Monk.E seems excited and a little out of breath when we reach him by phone in Uganda. It’s shaping up to be a special day, since not only will it be the coda to his six-month-long trek in Africa, but it’s also the end of recording of a collaborative album with Nutty Neithan, a star of the Kampala music scene, and rising star of the international dancehall scene.
“We already have eight songs in the can, and we’re recording the last two,” he says. “It’s going really well so far, we’re totally on the same vibe. He’s in a spiritual and philosophical mindset that’s deeply influenced by Rasta culture. We really connect on that.”
A few months ago, the Montréal-based artist connected with Zex BilangiBilangi, another singer with a rising star. Launched in May, Souffrir avec le sourire aux lèvres (Suffering with a Smile on Your Lips) – an album that includes songs sung in French, English, Luganda, and Spanish, with music at a crossroads of dancehall, afrobeat, and rap – is also the fruit of an intense cultural and human connection.
“We started freestyling the minute we met,” says Monk.E. “It was magical. He introduced me to new forms of music that I would never have explored otherwise. I don’t want to sound cliché, but I feel like there was some divine intervention in that acquaintance. Music naturally drew me to talk with Zex about his culture. And as I always do when I collaborate with someone, I adapted my discourse to his.”
In this case, the adaptation process was quite a challenge for the thirtysomething rapper and graffiti artist who, over the course of eight solo albums, had us accustomed to his shrewd, lucid lyrics full of social, political, and spiritual reflections, all shaped by his extensive travel. “Let’s just say I was not used to talking about women that much,” he says. “But with Zex and dancehall, it was appropriate for an album.”
Marketing was another laboratory filled with discoveries. “Marketing in Kampala is miles apart from what we know in Québec,” says Monk.E. “Your number of streams doesn’t mean much. Everything is street-based, you have USB keys going from one Internet café to the next, and their content is loaded onto cell phones. You don’t spend money on videos, you give it to promoters and DJs so that they’ll play your music.”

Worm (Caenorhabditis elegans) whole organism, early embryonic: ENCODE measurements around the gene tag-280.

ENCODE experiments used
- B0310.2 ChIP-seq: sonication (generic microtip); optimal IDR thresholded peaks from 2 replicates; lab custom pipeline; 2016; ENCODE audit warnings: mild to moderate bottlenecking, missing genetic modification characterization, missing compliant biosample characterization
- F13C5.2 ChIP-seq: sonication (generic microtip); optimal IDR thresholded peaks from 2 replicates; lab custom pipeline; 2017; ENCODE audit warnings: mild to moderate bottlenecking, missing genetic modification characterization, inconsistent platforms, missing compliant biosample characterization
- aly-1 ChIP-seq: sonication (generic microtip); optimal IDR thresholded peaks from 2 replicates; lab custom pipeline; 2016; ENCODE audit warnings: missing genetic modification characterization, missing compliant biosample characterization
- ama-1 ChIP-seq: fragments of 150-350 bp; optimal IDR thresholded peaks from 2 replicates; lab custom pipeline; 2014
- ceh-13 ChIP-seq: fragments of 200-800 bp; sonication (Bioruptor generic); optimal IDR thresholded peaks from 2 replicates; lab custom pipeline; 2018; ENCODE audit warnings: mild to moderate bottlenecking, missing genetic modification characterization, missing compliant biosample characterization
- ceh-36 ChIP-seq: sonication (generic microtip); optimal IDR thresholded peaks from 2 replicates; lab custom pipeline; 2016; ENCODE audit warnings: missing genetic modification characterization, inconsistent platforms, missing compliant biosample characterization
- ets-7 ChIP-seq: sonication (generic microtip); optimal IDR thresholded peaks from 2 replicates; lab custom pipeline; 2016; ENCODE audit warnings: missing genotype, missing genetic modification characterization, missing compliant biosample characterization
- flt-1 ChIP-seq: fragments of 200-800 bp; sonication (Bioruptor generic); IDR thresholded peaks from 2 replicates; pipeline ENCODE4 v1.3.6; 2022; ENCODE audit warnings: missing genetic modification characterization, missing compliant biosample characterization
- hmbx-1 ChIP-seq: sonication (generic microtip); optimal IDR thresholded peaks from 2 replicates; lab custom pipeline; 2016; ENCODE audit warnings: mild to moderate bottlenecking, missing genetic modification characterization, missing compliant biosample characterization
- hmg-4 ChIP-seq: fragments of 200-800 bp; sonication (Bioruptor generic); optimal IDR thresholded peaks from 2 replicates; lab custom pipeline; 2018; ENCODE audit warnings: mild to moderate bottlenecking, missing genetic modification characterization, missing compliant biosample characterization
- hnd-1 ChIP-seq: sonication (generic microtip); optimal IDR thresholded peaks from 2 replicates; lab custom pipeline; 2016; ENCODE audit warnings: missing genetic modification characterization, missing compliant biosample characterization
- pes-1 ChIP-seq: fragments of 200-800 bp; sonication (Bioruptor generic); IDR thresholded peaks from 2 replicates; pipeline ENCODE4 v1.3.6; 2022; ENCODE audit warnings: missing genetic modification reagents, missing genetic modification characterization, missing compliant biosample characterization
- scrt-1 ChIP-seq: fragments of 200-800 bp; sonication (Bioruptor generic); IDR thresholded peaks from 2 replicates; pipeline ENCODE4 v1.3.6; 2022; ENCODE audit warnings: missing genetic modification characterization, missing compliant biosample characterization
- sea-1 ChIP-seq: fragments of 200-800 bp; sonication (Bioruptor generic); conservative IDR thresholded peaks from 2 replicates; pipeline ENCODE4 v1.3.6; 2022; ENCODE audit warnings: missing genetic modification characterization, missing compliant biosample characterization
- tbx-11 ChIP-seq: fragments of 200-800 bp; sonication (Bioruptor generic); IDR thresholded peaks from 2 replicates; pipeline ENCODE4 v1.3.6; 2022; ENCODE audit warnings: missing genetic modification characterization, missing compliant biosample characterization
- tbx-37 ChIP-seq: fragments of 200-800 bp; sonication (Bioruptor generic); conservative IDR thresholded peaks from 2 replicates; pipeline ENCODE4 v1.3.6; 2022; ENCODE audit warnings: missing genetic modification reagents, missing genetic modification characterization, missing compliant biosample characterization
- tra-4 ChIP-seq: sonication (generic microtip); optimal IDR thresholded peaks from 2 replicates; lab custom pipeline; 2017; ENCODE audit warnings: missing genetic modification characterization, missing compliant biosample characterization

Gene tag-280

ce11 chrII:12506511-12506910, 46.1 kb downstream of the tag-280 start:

The rapper astutely used his “new entries” to have his music heard all over Kampala. “I saw people repeating the syllables of my lyrics in the street, which is funny and quite surprising, because French is barely understood here,” he explains, stressing the universal appeal of music, and the close proximity between his state of mind and that of his fellow citizens. “I feel like I can express myself more, here, even though we don’t speak the same language. Ugandans are very colourful, and they do everything with passion. I made a lot of people uncomfortable in Québec with my high level of expression, but over here, everyone cultivates that kind of eccentricity.”
Good old Monk.E – the one who delivers his message songs with biting intensity – can be heard on “Le changement,” the opening track of Souffrir avec le sourire aux lèvres. The title refers as much to his new musical colours as it does to his perspective on international politics, especially those of Uganda.
“We have to question ourselves more than ever about who we are and the way we interact with the planet,” he says. “It’s a little more taboo of a subject here, but the president has been in power for over 30 years [Yoweri Museveni, since 1986]. The people are hungry and they want change, and Zex is actively campaigning for that change.”
Dubbed the “Prime Minister of the ghetto,” Zex BilangiBilangi has many affinities with Bobi Wine, a pillar of the Ugandan dancehall and afrobeat scenes, who’s dubbed “President of the ghetto.” Elected three years ago, Wine is one of the youngest representatives in the Ugandan parliament, and he’s the leader of an opposition party to Museveni (People Power, Our Power).
As a matter of fact, it’s in Wine’s studio – he’s still active on the music scene – that Monk.E and Zex recorded their album. “I painted three or four times for him, and he let me record at his place in exchange,” says the Montréaler who, because of this association, had to go through a few hardships the last time he visited Uganda. “Some people thought that my music was financed by the Ugandan opposition… And it’s partly why, after talking with people in the industry, I quickly understood my association with Bobi Wine would need to remain purely artistic. I have to be very careful not to involve his party in this.”
So, after visiting the country seven times, Monk.E is growing accustomed to Uganda, a place he now considers his home. “I’m really happy with the choices I’ve made,” he says. “I’ve grown artistically, socially, and on a human level, here. I love feeling supported by the public. People are adding me on social networks, I’m often recognized on the street… All this recognition, this sharing, and these friendships feed my creativity and permeate my art. I hope that’s also what awaits me in Québec.”